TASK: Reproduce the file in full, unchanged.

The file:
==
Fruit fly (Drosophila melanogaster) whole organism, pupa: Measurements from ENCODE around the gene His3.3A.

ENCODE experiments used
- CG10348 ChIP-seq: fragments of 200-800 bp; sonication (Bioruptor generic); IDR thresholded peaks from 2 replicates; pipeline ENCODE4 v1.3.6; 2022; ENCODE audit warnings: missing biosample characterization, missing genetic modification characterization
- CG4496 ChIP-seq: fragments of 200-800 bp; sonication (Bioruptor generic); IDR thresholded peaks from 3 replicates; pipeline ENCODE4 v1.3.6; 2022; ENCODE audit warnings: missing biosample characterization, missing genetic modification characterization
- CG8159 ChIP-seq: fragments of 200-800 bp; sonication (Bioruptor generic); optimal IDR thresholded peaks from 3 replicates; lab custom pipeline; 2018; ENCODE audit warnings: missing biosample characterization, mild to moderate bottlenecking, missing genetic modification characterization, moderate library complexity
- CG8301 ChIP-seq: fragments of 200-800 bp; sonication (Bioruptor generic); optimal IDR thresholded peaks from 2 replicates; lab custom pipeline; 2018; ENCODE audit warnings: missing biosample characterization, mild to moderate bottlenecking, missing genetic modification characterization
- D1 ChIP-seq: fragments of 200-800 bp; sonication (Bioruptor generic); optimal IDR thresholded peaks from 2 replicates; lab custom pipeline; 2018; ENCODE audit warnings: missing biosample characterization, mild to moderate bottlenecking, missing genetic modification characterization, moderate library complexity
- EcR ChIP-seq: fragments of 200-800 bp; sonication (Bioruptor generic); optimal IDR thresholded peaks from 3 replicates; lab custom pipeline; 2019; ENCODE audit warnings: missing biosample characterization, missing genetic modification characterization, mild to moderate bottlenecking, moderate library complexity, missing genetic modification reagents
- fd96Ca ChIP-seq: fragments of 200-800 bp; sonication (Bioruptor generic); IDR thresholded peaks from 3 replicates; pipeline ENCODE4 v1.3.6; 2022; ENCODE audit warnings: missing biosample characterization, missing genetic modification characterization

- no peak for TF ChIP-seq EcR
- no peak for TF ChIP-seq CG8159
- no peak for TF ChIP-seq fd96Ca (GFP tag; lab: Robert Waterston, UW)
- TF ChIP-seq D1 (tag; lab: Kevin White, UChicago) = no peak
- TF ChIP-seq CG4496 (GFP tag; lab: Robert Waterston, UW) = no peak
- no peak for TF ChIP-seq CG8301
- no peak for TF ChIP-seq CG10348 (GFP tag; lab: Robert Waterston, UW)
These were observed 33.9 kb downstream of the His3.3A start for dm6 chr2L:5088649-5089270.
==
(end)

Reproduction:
Fruit fly (Drosophila melanogaster) whole organism, pupa: Measurements from ENCODE around the gene His3.3A.

ENCODE experiments used
- CG10348 ChIP-seq: fragments of 200-800 bp; sonication (Bioruptor generic); IDR thresholded peaks from 2 replicates; pipeline ENCODE4 v1.3.6; 2022; ENCODE audit warnings: missing biosample characterization, missing genetic modification characterization
- CG4496 ChIP-seq: fragments of 200-800 bp; sonication (Bioruptor generic); IDR thresholded peaks from 3 replicates; pipeline ENCODE4 v1.3.6; 2022; ENCODE audit warnings: missing biosample characterization, missing genetic modification characterization
- CG8159 ChIP-seq: fragments of 200-800 bp; sonication (Bioruptor generic); optimal IDR thresholded peaks from 3 replicates; lab custom pipeline; 2018; ENCODE audit warnings: missing biosample characterization, mild to moderate bottlenecking, missing genetic modification characterization, moderate library complexity
- CG8301 ChIP-seq: fragments of 200-800 bp; sonication (Bioruptor generic); optimal IDR thresholded peaks from 2 replicates; lab custom pipeline; 2018; ENCODE audit warnings: missing biosample characterization, mild to moderate bottlenecking, missing genetic modification characterization
- D1 ChIP-seq: fragments of 200-800 bp; sonication (Bioruptor generic); optimal IDR thresholded peaks from 2 replicates; lab custom pipeline; 2018; ENCODE audit warnings: missing biosample characterization, mild to moderate bottlenecking, missing genetic modification characterization, moderate library complexity
- EcR ChIP-seq: fragments of 200-800 bp; sonication (Bioruptor generic); optimal IDR thresholded peaks from 3 replicates; lab custom pipeline; 2019; ENCODE audit warnings: missing biosample characterization, missing genetic modification characterization, mild to moderate bottlenecking, moderate library complexity, missing genetic modification reagents
- fd96Ca ChIP-seq: fragments of 200-800 bp; sonication (Bioruptor generic); IDR thresholded peaks from 3 replicates; pipeline ENCODE4 v1.3.6; 2022; ENCODE audit warnings: missing biosample characterization, missing genetic modification characterization

- no peak for TF ChIP-seq EcR
- no peak for TF ChIP-seq CG8159
- no peak for TF ChIP-seq fd96Ca (GFP tag; lab: Robert Waterston, UW)
- TF ChIP-seq D1 (tag; lab: Kevin White, UChicago) = no peak
- TF ChIP-seq CG4496 (GFP tag; lab: Robert Waterston, UW) = no peak
- no peak for TF ChIP-seq CG8301
- no peak for TF ChIP-seq CG10348 (GFP tag; lab: Robert Waterston, UW)
These were observed 33.9 kb downstream of the His3.3A start for dm6 chr2L:5088649-5089270.